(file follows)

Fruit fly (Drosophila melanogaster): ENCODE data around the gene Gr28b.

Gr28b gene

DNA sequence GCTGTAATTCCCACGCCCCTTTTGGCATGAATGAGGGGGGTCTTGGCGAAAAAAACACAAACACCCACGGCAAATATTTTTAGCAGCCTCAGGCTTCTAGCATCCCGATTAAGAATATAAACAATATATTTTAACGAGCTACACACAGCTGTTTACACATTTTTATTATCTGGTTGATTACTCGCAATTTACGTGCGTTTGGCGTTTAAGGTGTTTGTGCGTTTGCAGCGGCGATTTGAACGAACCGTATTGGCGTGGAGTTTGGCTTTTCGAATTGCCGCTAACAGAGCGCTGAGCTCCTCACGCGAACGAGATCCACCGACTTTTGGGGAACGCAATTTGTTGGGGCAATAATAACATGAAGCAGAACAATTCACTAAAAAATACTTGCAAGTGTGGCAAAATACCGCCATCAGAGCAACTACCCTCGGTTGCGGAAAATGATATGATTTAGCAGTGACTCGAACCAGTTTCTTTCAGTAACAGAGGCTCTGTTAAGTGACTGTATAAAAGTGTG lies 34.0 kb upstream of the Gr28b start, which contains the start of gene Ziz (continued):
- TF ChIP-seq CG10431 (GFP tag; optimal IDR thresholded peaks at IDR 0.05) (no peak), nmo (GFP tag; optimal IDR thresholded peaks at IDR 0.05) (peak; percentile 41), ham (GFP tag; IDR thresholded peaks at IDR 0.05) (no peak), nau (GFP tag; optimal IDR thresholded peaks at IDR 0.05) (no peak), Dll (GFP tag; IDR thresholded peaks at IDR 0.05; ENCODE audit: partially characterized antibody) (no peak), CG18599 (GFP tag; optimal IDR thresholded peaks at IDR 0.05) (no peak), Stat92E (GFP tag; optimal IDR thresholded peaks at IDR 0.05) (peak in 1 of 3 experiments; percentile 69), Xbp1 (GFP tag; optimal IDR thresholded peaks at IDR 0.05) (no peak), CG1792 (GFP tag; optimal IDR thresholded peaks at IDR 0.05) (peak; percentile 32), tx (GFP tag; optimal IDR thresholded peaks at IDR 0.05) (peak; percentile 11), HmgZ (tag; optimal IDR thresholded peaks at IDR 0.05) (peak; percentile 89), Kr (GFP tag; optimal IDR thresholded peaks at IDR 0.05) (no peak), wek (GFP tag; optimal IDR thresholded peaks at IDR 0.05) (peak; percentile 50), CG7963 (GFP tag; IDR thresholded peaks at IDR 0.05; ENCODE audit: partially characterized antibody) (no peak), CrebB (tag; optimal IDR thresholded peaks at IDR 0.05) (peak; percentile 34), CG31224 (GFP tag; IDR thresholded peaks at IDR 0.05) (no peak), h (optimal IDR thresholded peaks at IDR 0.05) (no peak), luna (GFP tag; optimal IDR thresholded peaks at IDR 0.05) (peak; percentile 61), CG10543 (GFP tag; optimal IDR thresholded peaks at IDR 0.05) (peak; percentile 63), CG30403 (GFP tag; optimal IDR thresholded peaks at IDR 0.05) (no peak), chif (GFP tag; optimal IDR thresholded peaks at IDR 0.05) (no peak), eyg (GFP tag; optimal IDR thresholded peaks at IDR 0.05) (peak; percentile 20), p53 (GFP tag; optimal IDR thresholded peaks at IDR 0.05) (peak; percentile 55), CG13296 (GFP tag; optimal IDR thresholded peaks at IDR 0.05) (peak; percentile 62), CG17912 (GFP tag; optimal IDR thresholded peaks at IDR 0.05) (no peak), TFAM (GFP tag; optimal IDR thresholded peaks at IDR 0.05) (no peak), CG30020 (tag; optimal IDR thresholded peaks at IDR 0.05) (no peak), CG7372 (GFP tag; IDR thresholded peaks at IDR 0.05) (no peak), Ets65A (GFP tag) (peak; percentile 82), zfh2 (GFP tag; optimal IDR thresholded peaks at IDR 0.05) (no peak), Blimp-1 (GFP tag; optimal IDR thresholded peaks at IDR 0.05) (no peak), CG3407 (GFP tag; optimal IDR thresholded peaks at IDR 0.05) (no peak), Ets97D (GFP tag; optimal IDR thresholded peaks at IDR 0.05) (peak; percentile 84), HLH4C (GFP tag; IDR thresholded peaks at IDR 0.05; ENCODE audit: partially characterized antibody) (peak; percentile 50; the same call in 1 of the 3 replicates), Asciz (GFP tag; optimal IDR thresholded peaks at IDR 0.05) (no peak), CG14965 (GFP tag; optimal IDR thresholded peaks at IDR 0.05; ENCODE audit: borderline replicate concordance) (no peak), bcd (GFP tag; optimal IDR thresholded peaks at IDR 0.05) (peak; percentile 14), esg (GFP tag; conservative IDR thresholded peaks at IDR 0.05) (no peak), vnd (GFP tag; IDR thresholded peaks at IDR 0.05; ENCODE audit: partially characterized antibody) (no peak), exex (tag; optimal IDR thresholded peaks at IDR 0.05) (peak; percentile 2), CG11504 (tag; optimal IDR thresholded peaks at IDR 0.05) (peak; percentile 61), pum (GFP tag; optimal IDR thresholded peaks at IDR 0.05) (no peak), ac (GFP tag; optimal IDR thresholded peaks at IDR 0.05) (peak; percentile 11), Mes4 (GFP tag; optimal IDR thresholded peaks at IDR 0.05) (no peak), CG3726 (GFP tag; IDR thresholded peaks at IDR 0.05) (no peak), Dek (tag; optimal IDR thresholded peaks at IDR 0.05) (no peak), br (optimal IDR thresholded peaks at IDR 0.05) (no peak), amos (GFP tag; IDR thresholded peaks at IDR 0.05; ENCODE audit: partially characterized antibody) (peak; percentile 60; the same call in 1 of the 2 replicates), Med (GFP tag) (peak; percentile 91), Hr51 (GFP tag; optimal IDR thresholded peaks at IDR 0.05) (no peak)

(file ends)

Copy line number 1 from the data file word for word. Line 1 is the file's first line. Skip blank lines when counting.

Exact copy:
Fruit fly (Drosophila melanogaster): ENCODE data around the gene Gr28b.